The latest interactive media art installation Kupla (Bubble, 2004) by Minna Långström is a meditation on Western communication and its effects on us, Western consumers. Knowledge brings pain when the constant barrage of news items press images of war and death onto our retinas. Långström’s work asks a crucial question: how can we cope with the constant discrepancy between the images we are seeing, the feeling of powerlessness in the face of the events, and our inborn need for a sense of security? Långström has constructed inside the gallery space a nursery, the exaggerated dimensions of which make the spectator assume the viewpoint of a child. The sweet music playing in the nursery, composed by Emi Maeda, consists of an airy combination of digitally treated harp sounds, electronic music and sound effects. Together with the soft pastel colours it lulls the visitor into an atmosphere of safety and security. On the table there is a soap-bubble bottle, in which the visitor is welcome to blow. But what happens then?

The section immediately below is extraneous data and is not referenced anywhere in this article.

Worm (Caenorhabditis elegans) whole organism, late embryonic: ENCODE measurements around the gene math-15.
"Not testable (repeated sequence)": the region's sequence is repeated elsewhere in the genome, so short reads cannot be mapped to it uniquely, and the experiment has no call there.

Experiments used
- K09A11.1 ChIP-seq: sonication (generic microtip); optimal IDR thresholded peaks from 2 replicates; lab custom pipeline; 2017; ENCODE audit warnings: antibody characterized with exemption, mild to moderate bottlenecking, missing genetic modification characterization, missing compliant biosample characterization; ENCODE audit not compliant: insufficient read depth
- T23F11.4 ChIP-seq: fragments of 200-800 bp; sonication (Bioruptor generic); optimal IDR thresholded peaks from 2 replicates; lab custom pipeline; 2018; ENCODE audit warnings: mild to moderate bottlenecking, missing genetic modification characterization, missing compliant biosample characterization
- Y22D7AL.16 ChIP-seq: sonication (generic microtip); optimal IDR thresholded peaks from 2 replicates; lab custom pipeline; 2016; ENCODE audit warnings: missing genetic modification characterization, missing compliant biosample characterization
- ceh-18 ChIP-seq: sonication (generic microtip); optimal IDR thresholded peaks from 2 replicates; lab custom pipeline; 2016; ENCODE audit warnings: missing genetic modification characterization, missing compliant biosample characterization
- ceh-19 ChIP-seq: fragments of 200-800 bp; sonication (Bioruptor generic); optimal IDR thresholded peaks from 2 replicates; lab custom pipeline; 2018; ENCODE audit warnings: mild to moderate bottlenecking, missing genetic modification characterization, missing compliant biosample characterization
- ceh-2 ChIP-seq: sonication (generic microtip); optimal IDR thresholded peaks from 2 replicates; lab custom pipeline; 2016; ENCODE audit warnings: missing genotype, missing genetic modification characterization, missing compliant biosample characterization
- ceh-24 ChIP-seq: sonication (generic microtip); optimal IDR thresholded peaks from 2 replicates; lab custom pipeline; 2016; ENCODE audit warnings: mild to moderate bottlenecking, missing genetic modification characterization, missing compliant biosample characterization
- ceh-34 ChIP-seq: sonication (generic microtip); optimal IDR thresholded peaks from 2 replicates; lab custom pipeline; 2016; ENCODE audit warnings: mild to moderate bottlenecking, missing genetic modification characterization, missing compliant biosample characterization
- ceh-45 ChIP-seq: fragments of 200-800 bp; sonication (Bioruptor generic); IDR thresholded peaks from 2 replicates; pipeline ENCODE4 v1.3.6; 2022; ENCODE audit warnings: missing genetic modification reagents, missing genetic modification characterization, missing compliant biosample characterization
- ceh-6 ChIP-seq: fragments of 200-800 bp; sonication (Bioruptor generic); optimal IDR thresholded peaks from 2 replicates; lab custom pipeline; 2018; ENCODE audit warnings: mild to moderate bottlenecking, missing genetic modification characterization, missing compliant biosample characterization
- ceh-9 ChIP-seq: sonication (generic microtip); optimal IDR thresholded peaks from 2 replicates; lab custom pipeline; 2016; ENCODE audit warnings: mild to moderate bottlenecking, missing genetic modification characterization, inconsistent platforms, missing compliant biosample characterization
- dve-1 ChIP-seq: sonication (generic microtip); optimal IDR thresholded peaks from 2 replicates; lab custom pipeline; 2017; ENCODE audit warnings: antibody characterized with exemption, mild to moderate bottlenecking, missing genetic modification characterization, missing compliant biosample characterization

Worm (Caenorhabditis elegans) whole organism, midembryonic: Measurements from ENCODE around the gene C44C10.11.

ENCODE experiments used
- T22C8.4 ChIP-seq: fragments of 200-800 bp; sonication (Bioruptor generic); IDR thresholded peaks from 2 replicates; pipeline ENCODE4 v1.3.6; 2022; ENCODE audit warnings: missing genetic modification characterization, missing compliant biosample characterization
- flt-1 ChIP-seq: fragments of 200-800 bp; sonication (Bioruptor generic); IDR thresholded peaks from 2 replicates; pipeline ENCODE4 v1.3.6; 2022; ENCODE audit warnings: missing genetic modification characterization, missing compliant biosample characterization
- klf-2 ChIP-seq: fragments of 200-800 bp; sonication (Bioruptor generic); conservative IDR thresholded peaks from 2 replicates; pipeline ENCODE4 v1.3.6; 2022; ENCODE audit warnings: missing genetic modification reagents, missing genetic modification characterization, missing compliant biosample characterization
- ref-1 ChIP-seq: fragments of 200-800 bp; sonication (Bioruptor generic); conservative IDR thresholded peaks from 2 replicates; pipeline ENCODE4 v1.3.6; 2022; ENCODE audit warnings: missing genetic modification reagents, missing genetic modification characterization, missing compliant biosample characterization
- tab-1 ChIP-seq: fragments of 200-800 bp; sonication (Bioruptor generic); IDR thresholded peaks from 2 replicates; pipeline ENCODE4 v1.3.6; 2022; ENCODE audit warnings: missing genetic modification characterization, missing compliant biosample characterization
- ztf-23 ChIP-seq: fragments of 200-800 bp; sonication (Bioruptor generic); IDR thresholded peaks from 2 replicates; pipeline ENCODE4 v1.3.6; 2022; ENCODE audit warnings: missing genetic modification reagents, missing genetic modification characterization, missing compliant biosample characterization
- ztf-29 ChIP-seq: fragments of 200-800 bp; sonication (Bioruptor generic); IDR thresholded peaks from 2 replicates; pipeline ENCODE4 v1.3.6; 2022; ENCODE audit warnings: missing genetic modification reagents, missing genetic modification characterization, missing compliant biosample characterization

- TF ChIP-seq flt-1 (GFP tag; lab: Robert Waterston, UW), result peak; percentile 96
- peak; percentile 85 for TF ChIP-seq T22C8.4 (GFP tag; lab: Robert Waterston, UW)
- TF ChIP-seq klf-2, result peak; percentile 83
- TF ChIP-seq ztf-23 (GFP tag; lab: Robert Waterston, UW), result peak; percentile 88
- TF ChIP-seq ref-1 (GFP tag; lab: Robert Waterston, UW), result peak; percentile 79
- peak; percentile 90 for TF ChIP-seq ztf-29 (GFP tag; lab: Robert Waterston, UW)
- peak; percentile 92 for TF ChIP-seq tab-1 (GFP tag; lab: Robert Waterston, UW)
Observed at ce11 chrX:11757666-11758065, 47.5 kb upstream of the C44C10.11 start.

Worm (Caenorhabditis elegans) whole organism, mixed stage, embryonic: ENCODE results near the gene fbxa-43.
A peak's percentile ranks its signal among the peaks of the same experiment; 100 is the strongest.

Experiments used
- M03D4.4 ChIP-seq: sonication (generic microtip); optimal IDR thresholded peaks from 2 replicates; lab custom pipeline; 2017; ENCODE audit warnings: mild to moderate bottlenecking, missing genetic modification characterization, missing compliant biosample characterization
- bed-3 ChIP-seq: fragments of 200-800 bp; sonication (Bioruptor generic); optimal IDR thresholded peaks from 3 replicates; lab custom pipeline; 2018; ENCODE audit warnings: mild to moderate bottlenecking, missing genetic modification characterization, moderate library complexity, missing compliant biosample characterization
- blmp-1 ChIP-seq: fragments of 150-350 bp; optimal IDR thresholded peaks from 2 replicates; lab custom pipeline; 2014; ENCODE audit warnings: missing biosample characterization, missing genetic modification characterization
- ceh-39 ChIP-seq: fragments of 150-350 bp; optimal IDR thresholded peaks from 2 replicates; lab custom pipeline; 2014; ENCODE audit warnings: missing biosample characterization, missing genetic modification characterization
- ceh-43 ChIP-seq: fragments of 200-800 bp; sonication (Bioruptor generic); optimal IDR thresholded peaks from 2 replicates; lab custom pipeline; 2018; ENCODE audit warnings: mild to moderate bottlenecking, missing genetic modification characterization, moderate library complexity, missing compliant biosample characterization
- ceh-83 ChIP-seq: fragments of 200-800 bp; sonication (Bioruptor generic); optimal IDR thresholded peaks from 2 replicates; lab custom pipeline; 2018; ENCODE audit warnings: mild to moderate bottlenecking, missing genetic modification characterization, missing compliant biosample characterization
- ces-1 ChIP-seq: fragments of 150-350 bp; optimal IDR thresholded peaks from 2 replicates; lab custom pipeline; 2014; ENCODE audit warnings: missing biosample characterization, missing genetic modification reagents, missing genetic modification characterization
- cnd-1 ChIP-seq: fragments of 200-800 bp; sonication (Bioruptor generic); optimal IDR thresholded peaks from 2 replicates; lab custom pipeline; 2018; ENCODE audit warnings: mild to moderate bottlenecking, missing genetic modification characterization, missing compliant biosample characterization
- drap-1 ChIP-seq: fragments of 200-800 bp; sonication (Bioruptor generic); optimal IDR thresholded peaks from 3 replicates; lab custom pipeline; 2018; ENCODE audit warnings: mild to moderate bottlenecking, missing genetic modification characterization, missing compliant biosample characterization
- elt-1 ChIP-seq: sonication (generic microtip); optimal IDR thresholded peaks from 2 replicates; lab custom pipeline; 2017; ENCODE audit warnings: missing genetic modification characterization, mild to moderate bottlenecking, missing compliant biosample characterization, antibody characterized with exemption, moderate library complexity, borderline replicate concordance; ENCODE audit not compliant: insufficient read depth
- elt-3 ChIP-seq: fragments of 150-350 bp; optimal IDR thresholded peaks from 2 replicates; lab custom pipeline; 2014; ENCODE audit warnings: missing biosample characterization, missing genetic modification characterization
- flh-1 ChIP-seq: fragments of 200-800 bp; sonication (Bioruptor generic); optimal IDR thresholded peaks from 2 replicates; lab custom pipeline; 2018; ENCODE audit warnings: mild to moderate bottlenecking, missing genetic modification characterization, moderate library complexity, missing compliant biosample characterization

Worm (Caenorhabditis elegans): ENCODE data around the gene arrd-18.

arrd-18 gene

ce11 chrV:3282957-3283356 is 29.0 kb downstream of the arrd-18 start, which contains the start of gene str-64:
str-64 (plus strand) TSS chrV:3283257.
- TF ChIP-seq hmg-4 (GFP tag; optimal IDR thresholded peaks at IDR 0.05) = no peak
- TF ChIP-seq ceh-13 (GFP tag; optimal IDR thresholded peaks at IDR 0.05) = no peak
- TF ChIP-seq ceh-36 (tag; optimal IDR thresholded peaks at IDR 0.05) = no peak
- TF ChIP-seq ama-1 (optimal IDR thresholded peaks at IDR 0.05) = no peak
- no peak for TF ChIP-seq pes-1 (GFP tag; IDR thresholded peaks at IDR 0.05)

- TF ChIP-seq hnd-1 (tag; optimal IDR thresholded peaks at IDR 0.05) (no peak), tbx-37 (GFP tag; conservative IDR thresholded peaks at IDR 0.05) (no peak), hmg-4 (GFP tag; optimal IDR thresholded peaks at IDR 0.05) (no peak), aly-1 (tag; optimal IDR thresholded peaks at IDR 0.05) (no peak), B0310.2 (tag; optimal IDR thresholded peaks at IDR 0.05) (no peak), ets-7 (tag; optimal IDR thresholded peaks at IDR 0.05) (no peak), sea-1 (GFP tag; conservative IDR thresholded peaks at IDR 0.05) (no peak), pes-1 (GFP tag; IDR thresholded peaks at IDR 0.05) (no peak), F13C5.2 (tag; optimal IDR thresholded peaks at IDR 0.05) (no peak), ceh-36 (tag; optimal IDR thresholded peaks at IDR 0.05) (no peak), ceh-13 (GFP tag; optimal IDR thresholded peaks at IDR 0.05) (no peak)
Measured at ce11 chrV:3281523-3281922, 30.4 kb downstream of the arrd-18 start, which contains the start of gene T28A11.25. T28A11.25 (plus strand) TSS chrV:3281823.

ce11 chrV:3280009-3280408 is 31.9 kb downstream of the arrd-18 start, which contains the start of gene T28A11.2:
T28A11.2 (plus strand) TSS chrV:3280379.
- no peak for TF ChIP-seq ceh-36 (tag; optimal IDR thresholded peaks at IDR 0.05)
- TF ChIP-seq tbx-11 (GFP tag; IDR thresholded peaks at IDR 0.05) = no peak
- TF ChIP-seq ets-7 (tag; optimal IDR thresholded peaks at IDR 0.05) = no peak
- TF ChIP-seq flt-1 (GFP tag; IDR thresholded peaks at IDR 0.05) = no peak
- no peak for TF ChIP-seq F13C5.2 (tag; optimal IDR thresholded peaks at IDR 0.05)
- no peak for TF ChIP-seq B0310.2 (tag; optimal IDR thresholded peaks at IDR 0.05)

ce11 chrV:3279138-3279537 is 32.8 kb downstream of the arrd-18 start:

The artist relates a story of how she was searching for music from peer-to-peer networks (like Napster) on the Internet and typing in completely innocent search phrases, but instead of finding her favourite tunes she came up with private individuals’ collections of violent news videos. In the era of increasing information overload, she felt information was searching and reaching out for her, instead of the other way around. The images of suffering with their realistic and brutal details often remain distant and unreal: all the bad things happen as if inside a bubble, to someone else, somewhere far away. But the North is protected. Our duty is to build for our children an illusion of a safe world, an illusion we ourselves are also eager to buy into.
Kupla, an interactive installation by Minna Långström, at the MUU Gallery (18-21 November).